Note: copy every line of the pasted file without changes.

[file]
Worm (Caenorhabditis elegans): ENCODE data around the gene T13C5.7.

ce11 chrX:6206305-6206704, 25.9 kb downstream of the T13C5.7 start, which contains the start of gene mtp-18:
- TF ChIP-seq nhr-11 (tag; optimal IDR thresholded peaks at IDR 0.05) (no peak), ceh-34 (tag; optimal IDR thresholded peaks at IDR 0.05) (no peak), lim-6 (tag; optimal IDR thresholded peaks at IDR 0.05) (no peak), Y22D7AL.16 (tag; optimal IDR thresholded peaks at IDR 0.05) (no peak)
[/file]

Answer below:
Worm (Caenorhabditis elegans): ENCODE data around the gene T13C5.7.

ce11 chrX:6206305-6206704, 25.9 kb downstream of the T13C5.7 start, which contains the start of gene mtp-18:
- TF ChIP-seq nhr-11 (tag; optimal IDR thresholded peaks at IDR 0.05) (no peak), ceh-34 (tag; optimal IDR thresholded peaks at IDR 0.05) (no peak), lim-6 (tag; optimal IDR thresholded peaks at IDR 0.05) (no peak), Y22D7AL.16 (tag; optimal IDR thresholded peaks at IDR 0.05) (no peak)